Following on from my post about the SNP’s surge in membership, I thought it might be interesting to introduce some of the academic work on party membership. It’s an area that’s had some attention from academics, though hasn’t been studied to the same depth as other aspects of political behaviour. There are studies of what party members think, how much they do etc, but not much in the way of why people join political parties, or in terms of different models of party membership. There’s clearly different senses of what it means to be a member of a party across different countries, but also different expectations of what it might to be a party member even within the different parties of the UK. (One interesting effect of that SNP surge may be to see what happens if the expectations of new and existing members as to their roles clash)

People’s incentives for joining (as opposed to merely supporting) a political party are generally reckoned be for one of three reasons:

  • Purposive: Because they support the party’s aims and goals, and want to help them come about.
  • Social: Gaining friendships, other social opportunities and personal status from being a member of the party.
  • Material: Personal benefits that can come from being a member of the party, such as being a candidate/being elected. This can also involve opportunities for personal gain, business contacts and contracts etc.
  • This can help to explain why party membership has dropped so dramatically since it hit its modern peak in the 1950s. What we tend to forget is how much political party membership in that time was primarily driven by social considerations. If, for instance, one wanted to go and drink at the local Conservative, Liberal or Labour club, you had to be a member of the party. People would turn out to watch political speeches because there weren’t as many other options for entertainment of an evening. The members didn’t necessarily have any purposive reasons for being in the party – and they would likely not have been activists in our current understanding of party members – but they performed an important function in linking the party to wider society. This was the period of the politics of the mass party.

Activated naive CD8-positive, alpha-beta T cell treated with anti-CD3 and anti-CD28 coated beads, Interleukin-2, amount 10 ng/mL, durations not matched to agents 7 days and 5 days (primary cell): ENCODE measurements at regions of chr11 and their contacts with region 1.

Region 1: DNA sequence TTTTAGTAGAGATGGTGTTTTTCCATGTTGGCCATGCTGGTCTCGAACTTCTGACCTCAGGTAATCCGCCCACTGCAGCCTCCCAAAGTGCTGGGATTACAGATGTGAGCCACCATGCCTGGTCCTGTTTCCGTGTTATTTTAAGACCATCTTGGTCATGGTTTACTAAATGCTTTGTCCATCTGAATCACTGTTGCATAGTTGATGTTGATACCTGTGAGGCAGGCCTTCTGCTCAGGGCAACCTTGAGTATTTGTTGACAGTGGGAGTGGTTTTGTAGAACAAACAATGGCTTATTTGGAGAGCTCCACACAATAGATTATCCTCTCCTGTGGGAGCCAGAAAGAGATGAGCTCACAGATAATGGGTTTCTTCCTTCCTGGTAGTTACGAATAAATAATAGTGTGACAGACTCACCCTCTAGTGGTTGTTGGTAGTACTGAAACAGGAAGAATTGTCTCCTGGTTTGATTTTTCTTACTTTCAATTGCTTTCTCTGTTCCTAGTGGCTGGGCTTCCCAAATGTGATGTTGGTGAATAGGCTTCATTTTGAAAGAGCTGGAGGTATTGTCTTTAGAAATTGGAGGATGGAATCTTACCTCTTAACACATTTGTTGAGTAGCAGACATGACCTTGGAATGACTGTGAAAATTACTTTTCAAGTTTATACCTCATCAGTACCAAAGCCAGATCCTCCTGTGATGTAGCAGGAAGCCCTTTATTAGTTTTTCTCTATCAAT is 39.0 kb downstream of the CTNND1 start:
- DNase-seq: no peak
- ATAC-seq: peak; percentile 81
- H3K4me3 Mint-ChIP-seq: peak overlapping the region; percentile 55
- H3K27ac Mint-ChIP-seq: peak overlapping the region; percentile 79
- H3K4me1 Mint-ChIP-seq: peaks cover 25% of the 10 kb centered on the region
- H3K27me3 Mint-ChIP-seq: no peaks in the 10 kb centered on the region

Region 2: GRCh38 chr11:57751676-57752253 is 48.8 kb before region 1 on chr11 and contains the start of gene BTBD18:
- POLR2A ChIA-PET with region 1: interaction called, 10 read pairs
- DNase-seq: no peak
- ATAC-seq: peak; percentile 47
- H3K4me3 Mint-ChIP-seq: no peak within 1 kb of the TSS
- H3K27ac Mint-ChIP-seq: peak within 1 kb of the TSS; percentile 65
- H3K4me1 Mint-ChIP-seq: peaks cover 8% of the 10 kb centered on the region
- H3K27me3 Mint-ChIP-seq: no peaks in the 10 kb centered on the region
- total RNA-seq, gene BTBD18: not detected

The problem for modern parties, though, is that however much they try, those days aren’t coming back and in Katz and Mair’s term, the mass party has been replaced by the cartel party. This can be seen as a reaction to the end of the mass party era, or as a further cause of it with parties no longer seeing the need for a mass membership as they find other ways to connect with the electorate and wider society.

    The key question, though, is why anyone would join a political party in the modern age? The social benefits are not what they were, and unless someone wants to be an active member, most of the other benefits suffer from a free-rider problem – an individual membership will usually have very little effect on whether a party will achieve its goals, so why not do something else with your time and let others get on with achieving those goals?

    As we’ve seen, there have been some times when the downward trend in party membership has been reversed – and there is a general growth amongst some smaller parties – but those have ended with a reversion to the norm as new members drift away. The SNP’s membership surge might buck this trend, or the new members may find themselves with better things to do with their time when it comes to renew their membership, as has happened with other surges. Can a purely purposive appeal recreate something akin to a mass party, or does the social element of it need to be recreated to make it last?